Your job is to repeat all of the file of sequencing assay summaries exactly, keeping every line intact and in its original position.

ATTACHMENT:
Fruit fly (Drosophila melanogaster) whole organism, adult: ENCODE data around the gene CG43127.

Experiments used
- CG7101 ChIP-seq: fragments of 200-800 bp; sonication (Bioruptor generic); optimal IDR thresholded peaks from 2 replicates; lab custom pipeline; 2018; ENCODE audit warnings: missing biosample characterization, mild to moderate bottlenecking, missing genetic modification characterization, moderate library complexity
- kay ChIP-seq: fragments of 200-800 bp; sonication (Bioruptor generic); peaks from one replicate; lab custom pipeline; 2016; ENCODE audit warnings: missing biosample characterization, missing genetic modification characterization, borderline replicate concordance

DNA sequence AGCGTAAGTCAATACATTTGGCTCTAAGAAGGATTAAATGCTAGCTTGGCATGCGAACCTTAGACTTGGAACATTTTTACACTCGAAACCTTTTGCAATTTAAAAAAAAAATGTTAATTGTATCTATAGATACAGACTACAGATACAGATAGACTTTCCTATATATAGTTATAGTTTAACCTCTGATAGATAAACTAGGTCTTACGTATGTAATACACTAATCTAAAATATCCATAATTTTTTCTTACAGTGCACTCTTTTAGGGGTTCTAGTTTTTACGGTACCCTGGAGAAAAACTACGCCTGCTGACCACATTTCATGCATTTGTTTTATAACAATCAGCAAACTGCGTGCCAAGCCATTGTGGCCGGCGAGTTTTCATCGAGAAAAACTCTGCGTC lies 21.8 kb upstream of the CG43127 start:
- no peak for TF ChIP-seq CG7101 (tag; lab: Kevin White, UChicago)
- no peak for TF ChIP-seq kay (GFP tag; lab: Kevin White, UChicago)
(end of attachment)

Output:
Fruit fly (Drosophila melanogaster) whole organism, adult: ENCODE data around the gene CG43127.

Experiments used
- CG7101 ChIP-seq: fragments of 200-800 bp; sonication (Bioruptor generic); optimal IDR thresholded peaks from 2 replicates; lab custom pipeline; 2018; ENCODE audit warnings: missing biosample characterization, mild to moderate bottlenecking, missing genetic modification characterization, moderate library complexity
- kay ChIP-seq: fragments of 200-800 bp; sonication (Bioruptor generic); peaks from one replicate; lab custom pipeline; 2016; ENCODE audit warnings: missing biosample characterization, missing genetic modification characterization, borderline replicate concordance

DNA sequence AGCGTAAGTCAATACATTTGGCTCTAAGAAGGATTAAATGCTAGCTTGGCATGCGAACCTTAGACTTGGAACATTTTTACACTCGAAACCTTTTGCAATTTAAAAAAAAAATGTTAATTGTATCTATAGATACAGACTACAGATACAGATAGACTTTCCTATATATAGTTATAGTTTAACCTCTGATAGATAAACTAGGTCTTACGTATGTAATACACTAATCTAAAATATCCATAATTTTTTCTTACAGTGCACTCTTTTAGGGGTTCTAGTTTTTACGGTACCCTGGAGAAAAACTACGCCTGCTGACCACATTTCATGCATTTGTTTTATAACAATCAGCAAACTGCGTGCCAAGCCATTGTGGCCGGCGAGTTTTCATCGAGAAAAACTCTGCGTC lies 21.8 kb upstream of the CG43127 start:
- no peak for TF ChIP-seq CG7101 (tag; lab: Kevin White, UChicago)
- no peak for TF ChIP-seq kay (GFP tag; lab: Kevin White, UChicago)